This week’s New Voices entry, “Rosebell,” comes to us from Silvia Spring. For one month, Celia, a reporter for Newsweek, shares a flat in Nairobi with Russell, an intern at the U.N. Written in the retrospective, Spring’s voice transports us to Kenya to show us why Celia’s month with Rosebell lives with her so vividly in the years that follow. Read on below.
We decided we wanted to learn Swahili, so we hired a tutor, who came twice a week and scattered her textbooks over our kitchen table for us to study together. We were never going to be fluent; we knew that. But we also didn’t want to be completely mute in this new country. Just being able to introduce ourselves, say hello, and thank a waiter or a taxi driver in the local language would help pierce the bubble we lived in, we hoped.
For the entire nine months I lived in Nairobi, I slept in a single bed. I had volunteered to move there because my boss said we didn’t have anyone else to cover East Africa. The bureau chief in Capetown guaranteed me at least seven days of work a month for my reporting, a hundred dollars a day, plus expenses.
Newsweek was losing money. Staff reporters who quit were never replaced, women left for maternity leave and didn’t come back, and the editors were more than happy to rely on freelancers to cover stories they couldn’t pick up from the wire services. I packed one suitcase and paid for my own flight from London. I left behind a group house and a relationship I wouldn’t have found my way out of without the excuse of a transcontinental move. I had never been to Africa.
Through friends of friends, I found a room in a shared apartment in a small complex in Kileleshwa, and I kept the address on the piece of paper folded in the front pocket of my backpack the entire trip. My flight landed early on a Saturday morning, and the taxi from the airport took over an hour. Miles of slow traffic on crumbling roads wound around concrete apartment blocks and shopping centers. The smog of burnt gasoline was so dense I could taste it on my teeth. It was colder than I had expected. People in sweaters walked barefoot on the dirt shoulder just inches away from the cars, and when we stopped at a light, someone knocked on my window offering DVDs and bunches of roses for sale. We passed women with baskets of green bananas balanced on knots of cloth on their heads and babies hammocked tightly onto their backs. The men, light without the weight of such cargo or passengers, walked more quickly, their arms swinging.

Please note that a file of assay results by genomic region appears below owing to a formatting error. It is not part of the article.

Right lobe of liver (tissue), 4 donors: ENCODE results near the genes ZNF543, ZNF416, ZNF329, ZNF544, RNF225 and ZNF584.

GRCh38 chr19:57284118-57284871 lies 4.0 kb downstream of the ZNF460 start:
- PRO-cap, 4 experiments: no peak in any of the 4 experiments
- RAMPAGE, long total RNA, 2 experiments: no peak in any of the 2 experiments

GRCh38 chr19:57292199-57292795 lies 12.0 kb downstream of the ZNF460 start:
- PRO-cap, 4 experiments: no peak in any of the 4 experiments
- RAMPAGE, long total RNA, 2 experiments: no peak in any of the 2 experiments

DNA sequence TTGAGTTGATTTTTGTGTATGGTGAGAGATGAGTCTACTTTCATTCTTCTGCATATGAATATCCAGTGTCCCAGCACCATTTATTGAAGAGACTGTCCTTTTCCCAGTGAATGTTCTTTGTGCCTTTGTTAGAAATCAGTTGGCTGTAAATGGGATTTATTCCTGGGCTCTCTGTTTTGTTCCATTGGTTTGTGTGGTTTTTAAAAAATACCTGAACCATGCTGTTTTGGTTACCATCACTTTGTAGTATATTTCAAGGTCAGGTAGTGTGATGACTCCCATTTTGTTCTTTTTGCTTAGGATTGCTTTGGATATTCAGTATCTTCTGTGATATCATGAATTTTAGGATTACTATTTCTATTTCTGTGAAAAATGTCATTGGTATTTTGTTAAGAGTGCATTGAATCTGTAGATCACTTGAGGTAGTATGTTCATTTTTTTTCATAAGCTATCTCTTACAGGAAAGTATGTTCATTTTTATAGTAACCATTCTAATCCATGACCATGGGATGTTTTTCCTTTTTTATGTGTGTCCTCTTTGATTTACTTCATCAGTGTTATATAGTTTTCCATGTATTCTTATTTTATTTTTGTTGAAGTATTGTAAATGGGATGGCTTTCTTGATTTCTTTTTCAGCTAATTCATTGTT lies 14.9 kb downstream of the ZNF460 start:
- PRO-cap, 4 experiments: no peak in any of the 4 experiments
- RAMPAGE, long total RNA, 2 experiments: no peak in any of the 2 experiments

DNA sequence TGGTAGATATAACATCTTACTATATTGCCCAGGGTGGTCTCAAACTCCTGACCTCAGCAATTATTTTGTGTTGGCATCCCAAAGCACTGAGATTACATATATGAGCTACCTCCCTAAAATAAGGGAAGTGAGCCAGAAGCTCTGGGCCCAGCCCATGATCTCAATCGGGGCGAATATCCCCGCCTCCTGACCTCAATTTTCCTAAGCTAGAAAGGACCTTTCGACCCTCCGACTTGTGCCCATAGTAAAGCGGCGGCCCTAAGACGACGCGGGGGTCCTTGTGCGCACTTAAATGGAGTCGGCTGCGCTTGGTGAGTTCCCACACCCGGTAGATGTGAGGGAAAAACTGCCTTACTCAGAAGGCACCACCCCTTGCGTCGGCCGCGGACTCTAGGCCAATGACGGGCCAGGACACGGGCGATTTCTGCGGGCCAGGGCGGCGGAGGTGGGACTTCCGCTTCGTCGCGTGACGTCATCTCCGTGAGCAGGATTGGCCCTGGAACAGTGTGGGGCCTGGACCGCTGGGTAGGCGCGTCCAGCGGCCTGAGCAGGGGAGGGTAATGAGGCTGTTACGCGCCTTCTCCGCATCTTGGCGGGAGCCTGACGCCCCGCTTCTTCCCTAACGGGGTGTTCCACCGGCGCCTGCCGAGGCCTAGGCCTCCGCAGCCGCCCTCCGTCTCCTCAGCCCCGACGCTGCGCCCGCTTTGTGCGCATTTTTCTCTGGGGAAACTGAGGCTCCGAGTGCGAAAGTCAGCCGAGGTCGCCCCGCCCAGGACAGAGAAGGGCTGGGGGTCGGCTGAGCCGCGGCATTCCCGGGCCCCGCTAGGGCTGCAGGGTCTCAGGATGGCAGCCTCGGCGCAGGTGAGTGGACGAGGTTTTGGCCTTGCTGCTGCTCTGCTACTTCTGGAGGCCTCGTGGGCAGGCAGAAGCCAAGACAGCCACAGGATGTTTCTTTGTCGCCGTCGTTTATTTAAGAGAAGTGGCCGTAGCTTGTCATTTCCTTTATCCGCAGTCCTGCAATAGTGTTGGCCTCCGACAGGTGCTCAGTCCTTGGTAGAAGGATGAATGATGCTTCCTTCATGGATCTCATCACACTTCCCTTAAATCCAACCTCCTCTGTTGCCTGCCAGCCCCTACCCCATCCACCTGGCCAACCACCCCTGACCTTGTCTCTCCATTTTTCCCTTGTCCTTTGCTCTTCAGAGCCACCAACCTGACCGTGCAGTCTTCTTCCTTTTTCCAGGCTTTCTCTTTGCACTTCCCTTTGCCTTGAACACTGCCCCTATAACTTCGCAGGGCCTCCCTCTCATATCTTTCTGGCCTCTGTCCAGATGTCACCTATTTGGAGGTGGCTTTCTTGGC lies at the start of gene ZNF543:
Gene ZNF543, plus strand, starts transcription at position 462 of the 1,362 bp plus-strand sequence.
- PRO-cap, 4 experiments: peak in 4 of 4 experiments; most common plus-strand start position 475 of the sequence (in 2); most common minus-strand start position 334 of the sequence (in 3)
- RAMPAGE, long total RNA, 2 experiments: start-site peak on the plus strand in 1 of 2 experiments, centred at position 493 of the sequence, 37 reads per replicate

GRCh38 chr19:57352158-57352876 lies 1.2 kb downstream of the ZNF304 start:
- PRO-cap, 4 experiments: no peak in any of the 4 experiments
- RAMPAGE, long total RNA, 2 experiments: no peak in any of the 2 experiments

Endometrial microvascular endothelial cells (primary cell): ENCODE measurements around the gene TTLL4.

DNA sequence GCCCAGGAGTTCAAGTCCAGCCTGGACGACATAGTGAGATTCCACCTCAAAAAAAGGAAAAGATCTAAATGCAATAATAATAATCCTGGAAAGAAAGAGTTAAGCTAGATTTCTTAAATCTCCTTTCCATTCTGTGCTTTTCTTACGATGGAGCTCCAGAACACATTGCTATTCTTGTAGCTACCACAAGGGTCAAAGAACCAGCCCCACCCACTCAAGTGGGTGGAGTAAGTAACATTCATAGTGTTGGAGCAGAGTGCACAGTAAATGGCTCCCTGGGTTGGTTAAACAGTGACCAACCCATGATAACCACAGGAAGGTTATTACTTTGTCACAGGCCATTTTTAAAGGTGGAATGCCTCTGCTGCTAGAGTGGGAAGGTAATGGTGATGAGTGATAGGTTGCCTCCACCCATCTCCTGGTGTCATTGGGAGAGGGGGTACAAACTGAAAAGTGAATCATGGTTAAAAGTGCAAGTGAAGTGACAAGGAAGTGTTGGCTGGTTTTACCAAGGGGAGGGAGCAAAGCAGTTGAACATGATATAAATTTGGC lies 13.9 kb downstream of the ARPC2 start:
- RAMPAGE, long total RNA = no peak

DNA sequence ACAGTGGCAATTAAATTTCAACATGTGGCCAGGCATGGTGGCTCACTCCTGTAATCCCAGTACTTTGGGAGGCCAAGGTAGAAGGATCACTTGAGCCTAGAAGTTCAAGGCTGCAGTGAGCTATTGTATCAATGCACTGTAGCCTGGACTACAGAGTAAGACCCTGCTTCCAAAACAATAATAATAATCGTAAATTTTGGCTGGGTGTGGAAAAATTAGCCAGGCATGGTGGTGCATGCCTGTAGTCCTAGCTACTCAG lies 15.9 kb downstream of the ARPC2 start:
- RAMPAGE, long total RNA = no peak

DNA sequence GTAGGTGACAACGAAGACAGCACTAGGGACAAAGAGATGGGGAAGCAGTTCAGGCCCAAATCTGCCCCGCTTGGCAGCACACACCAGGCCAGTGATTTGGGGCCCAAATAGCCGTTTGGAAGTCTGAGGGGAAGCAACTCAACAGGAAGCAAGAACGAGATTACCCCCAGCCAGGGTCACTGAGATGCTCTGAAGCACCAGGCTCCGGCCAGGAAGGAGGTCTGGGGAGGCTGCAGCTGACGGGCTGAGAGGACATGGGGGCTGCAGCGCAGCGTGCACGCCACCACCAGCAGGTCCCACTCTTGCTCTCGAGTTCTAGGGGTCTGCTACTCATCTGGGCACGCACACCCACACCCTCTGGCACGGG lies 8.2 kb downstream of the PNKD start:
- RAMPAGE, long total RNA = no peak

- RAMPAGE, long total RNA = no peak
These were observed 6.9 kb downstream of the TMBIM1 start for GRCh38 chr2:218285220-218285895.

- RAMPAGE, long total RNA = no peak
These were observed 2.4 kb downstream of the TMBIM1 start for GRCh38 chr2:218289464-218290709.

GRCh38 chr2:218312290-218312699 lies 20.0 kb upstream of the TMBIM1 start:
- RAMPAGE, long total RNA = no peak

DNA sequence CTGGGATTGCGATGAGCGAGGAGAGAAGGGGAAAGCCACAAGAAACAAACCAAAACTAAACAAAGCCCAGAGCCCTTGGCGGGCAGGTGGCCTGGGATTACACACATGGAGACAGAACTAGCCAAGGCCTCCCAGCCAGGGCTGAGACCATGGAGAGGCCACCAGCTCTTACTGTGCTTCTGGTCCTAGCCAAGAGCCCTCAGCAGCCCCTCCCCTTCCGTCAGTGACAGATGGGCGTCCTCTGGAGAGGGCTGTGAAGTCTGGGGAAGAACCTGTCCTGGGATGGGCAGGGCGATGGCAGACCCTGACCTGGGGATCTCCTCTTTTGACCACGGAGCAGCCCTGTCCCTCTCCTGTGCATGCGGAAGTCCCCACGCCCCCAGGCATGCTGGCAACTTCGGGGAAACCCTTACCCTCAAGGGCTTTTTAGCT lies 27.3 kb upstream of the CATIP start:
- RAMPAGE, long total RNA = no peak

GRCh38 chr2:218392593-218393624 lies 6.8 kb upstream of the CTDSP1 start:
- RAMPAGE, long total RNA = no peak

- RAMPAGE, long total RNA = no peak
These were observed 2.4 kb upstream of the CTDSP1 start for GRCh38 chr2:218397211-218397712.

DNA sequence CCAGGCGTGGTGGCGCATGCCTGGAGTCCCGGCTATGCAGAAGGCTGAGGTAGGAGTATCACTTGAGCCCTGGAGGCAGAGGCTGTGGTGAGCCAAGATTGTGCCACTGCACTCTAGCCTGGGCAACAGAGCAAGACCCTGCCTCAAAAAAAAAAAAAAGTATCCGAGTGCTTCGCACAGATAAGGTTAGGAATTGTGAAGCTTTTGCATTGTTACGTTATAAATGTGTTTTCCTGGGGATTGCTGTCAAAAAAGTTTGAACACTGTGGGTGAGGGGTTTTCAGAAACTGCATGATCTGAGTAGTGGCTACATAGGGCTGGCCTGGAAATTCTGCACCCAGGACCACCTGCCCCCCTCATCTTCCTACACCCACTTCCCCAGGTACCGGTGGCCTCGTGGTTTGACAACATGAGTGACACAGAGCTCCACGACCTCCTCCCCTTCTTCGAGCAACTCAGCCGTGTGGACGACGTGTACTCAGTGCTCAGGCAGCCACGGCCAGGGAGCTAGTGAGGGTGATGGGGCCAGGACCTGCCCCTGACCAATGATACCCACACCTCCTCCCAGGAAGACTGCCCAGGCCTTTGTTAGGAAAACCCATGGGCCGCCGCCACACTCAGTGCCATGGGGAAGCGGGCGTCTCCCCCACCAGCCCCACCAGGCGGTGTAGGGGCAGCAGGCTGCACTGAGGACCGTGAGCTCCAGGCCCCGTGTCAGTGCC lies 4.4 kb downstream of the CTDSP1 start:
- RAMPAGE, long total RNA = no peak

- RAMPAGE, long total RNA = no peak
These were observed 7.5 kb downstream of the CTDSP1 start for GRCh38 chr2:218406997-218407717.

The apartment building sat in a quiet suburb with red dirt streets and a Korean church. The taxi driver honked at the guard to roll back the security gate when we arrived. I was here; I’d done it.
Beyond the cement wall that protected our building, yellow-wood and fountain trees bowed over the roads. Inside, the apartment had three bedrooms, a kitchen and living room, and a small balcony that looked over the parking lot. It was a short walk to a nearby stall to buy bottled water and Safaricom top-up cards for our phones. In the evenings, you could see trails of smoke slithering toward the sky where people in the surrounding neighborhoods burned their garbage.
My flatmate Georgina loved that balcony. She had already been living in the apartment for a year when I arrived. She was half-Welsh, half-French with blonde hair down to her waist. She called her afternoon drinks sundowners, string beans haricot verts, and underwear smalls. She laughed at the tourists who arrived in khaki outfits and hiking boots just to sit inside a jeep on safari. Instead, she wore white stretchy jeans and sparkly ballet flats everywhere she went and the tiniest bikini I’d ever seen. She told me that when she felt stressed she liked to take her fishing rod to the pool and practice casting it out and reeling it in. “It’s one of the loveliest ways to pass the day,” she said.
The Finnish girl that lived in my room before me had moved to Zanzibar to be with her boyfriend who flew planes for Ethiopian Airlines. What a world to enter, I thought, where girls wore gold slippers on safari, people practiced reeling in invisible fish to pass the day, and boyfriends worked as pilots.